Wetlands project makes money for park district

The Great Miami Mitigation Bank allows businesses looking to build or expand in the Miami Valley the option to purchase conservation credits toward restoring the 364-acre area near Trotwood containing a wetland, forested wetland and prairie. CHRIS STEWART / STAFF

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The Great Miami Mitigation Bank allows businesses looking to build or expand in the Miami Valley the option to purchase conservation credits toward restoring the 364-acre area near Trotwood containing a wetland, forested wetland and prairie. CHRIS STEWART / STAFF

A Five Rivers MetroParks project to recreate wetlands on acreage that was once planned for a solid waste dump is generating solid income because of new development, the parks agency said Friday.

The Great Miami Mitigation Bank, a 360-acre farm site inside the city of Trotwood, was purchased by Five Rivers in 2008 from Waste Management Inc. for $1.2 million. The idea was to return the land in the 8400 block of Little Richmond Road to its natural state as a wildlife-rich wetland while assisting developers around the region by selling credits to them that would offset small wetlands areas destroyed by development.

A requirement of the federal Clean Water Act, passed in 1972, is that developers must recreate wetlands they disturb or destroy by rebuilding them elsewhere in the watershed at up to twice the original acreage. Wetlands serve as endangered species habitat and are nature’s kidneys, holding and purifying runoff and helping reduce flooding.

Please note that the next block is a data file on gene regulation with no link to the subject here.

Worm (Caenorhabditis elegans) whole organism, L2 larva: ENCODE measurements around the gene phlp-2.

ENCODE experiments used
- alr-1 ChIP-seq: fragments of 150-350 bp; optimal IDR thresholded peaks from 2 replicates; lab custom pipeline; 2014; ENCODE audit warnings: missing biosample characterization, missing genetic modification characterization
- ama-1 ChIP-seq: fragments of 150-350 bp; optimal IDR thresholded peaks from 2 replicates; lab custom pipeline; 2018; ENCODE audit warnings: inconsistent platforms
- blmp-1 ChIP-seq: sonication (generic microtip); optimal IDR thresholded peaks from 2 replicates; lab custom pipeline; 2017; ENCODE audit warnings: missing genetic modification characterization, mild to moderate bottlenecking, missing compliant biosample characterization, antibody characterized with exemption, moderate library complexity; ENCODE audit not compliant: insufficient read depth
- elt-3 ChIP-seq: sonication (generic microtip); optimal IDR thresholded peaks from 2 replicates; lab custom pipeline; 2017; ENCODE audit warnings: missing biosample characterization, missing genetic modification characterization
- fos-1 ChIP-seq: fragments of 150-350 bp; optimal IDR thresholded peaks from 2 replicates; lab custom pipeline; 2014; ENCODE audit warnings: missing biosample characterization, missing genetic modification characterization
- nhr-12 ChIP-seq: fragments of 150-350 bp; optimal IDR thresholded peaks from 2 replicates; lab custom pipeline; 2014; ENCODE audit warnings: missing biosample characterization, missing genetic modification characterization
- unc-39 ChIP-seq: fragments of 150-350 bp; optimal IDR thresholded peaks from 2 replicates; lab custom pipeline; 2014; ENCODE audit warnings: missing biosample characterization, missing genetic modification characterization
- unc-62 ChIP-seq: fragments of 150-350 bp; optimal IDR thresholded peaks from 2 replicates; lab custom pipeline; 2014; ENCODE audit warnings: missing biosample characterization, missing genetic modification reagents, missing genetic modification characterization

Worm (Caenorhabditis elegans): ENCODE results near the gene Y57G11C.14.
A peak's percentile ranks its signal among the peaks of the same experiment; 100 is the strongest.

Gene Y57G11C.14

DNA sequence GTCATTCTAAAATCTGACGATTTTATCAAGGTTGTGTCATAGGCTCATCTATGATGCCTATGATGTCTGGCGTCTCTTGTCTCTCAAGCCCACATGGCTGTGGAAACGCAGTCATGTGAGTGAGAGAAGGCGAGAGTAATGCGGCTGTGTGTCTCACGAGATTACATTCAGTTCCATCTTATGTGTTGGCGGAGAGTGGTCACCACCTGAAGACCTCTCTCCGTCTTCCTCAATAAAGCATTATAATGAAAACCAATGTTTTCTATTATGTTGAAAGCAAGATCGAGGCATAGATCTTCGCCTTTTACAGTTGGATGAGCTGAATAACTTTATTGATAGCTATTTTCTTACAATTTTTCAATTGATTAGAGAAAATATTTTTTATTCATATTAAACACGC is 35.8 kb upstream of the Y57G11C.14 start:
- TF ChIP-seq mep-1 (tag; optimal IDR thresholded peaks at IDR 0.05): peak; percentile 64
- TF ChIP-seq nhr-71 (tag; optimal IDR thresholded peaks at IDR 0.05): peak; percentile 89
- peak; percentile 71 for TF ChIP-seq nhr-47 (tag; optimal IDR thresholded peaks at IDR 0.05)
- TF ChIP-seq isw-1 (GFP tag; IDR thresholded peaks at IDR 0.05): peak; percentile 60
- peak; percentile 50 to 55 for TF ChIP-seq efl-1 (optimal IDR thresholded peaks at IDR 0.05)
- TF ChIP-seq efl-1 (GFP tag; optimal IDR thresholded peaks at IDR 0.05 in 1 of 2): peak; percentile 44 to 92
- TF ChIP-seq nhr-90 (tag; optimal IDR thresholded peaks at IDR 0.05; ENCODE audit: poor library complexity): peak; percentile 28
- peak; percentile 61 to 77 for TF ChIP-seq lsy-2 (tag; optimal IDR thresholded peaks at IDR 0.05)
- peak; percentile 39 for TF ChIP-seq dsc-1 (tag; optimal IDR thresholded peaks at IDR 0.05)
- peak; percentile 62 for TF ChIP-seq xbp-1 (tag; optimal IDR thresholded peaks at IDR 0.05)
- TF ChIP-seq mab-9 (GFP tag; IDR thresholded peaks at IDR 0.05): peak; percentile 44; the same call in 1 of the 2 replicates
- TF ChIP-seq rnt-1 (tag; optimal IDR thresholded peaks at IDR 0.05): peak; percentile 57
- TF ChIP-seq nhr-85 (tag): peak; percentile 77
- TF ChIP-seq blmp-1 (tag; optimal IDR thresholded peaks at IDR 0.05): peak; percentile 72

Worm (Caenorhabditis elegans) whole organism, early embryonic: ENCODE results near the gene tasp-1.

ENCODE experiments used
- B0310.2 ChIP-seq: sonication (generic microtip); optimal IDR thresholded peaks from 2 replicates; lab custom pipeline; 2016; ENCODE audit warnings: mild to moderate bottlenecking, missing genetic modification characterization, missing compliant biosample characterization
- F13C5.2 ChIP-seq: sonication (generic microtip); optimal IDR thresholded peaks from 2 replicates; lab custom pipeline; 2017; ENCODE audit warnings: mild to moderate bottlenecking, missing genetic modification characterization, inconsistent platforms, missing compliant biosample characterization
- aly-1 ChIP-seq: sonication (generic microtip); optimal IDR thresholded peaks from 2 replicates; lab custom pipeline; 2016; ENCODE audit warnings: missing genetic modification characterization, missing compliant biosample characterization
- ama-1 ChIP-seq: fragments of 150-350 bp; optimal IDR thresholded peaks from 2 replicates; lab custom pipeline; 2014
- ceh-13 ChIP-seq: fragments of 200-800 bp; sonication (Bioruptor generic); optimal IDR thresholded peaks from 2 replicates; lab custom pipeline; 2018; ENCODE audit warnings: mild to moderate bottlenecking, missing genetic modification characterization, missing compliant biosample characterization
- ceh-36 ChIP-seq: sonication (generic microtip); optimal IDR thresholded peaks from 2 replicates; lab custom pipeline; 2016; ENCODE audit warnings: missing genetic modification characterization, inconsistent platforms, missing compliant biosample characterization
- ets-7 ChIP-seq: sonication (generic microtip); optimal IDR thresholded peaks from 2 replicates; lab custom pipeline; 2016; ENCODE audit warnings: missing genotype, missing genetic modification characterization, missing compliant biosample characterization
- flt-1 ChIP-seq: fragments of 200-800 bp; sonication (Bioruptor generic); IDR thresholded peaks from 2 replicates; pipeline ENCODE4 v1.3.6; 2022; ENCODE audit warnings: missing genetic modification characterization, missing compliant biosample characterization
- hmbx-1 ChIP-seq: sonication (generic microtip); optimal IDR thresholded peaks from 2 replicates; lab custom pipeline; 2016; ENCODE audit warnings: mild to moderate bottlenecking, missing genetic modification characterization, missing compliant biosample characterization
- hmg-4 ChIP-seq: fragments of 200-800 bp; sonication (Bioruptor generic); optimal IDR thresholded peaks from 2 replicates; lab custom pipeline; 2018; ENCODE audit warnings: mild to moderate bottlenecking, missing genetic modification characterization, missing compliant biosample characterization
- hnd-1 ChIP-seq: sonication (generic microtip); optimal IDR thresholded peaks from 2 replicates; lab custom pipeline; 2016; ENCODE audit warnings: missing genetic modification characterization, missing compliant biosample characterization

Mike Enright, conservation biologist with Five Rivers, said about 100 acres have been restored, partly as wetlands. In 2012 through June of this year, residential and commercial developers, working through a permit process with the U.S. Corps of Engineers, will pay or have committed to paying $560,000 to MetroParks. Farming provided $232,000 in revenue from 2009 to 2012. The wetland credits cover nine acres, so it’s expected that more revenue will flow as wetland credits are sold, Enright said.

Developers include Mark Fornes Realty, Liberty Land Co., American Retail Company or Watson’s, Fischer Development Corp., Romanelli and Hughes Building Co., and Enterprise Liquids Pipeline, LLC., for the ATEX Express Pipeline. Those projects are in Montgomery, Butler and Warren counties, Enright said.

The wetland bank project is an improvement on practices by developers rebuilding wetlands in small areas elsewhere because a larger wetland area has a better chance of thriving and will be managed by Five Rivers, Enright said. The bank is not open to the public but there will be an open house June 30 at the site from 1 p.m. to 4 p.m. that begins at the main entrance at 8401 Little Richmond Road, Enright said.

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